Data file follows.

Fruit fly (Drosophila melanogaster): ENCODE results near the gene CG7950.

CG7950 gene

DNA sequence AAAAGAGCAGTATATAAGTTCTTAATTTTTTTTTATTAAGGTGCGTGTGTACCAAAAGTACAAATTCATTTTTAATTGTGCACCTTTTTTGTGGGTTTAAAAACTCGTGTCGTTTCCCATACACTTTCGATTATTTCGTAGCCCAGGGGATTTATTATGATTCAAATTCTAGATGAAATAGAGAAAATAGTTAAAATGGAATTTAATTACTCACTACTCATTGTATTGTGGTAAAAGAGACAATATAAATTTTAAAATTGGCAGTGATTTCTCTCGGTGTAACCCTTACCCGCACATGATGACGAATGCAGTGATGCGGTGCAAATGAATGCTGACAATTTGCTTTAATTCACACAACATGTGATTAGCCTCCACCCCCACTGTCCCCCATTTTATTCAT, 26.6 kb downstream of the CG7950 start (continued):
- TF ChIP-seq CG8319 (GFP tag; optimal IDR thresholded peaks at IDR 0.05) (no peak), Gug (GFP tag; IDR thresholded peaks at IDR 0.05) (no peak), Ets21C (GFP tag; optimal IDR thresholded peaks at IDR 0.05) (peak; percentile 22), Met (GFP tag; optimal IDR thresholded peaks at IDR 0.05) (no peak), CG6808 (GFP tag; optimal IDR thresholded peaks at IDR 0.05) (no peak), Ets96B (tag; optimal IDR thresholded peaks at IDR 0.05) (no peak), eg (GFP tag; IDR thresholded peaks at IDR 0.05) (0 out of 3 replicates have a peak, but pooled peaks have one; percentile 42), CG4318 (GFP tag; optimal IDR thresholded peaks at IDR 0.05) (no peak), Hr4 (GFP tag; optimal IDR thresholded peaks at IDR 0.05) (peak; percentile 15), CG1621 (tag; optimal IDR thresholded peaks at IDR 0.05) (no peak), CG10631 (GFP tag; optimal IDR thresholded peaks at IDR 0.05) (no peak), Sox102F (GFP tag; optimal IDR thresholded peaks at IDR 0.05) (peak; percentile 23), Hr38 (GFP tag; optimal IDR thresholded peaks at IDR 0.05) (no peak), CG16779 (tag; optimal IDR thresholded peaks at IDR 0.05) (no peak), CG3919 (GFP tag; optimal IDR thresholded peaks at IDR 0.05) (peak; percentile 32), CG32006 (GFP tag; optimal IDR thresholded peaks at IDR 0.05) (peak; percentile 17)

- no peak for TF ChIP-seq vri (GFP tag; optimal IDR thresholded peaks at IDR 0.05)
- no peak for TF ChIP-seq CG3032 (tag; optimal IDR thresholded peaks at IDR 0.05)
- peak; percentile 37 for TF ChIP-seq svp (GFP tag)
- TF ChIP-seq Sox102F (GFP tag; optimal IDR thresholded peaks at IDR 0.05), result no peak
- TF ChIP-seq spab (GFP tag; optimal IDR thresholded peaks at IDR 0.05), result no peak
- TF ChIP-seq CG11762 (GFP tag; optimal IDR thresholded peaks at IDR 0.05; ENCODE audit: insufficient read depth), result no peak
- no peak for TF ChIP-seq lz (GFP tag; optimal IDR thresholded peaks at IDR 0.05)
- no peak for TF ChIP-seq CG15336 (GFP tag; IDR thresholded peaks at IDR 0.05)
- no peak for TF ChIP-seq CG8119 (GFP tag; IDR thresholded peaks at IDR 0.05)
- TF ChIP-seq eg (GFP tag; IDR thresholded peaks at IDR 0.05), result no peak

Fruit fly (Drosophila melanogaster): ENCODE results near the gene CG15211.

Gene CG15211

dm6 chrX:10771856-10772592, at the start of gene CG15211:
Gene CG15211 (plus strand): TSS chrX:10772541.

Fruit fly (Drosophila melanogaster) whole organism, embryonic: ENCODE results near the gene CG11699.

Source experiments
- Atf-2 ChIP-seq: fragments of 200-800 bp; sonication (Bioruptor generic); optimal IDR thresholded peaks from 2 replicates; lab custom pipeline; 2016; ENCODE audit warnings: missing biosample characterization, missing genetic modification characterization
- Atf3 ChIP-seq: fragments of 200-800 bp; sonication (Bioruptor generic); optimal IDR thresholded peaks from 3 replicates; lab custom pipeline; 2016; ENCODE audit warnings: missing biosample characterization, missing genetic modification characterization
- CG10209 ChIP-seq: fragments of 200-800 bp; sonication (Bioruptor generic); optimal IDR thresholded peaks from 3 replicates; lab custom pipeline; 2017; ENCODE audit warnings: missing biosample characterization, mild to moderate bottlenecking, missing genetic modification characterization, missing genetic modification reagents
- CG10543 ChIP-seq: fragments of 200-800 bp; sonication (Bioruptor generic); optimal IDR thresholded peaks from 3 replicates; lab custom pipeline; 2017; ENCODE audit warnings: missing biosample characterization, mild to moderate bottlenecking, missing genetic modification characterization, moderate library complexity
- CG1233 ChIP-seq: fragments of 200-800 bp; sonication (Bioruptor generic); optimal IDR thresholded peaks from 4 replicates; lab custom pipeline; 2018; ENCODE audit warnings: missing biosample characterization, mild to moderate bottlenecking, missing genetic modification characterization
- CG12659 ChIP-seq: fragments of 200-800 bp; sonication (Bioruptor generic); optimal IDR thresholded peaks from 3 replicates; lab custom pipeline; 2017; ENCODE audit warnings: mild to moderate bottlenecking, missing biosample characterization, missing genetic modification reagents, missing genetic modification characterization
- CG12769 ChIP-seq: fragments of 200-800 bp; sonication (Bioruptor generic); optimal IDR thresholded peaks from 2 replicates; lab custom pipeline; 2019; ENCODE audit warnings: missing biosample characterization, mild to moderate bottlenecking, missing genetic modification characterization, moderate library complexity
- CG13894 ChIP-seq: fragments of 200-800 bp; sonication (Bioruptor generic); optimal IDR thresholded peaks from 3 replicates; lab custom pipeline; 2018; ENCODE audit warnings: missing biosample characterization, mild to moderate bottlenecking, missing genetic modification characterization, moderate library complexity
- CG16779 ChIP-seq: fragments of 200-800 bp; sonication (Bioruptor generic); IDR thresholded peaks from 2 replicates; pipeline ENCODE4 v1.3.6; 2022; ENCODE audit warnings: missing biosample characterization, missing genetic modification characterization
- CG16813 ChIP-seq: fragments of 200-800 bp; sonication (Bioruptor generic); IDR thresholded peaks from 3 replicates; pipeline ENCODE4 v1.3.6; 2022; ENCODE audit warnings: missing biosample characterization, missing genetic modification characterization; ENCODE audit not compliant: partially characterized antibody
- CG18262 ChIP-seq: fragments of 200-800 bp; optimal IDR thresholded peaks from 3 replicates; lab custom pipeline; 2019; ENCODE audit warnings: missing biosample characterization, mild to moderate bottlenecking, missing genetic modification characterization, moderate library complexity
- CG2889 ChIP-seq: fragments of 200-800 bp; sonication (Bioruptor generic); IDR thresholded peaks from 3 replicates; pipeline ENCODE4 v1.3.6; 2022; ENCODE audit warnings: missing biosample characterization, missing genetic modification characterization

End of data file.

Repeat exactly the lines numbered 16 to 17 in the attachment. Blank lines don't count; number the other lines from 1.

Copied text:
Gene CG15211

dm6 chrX:10771856-10772592, at the start of gene CG15211: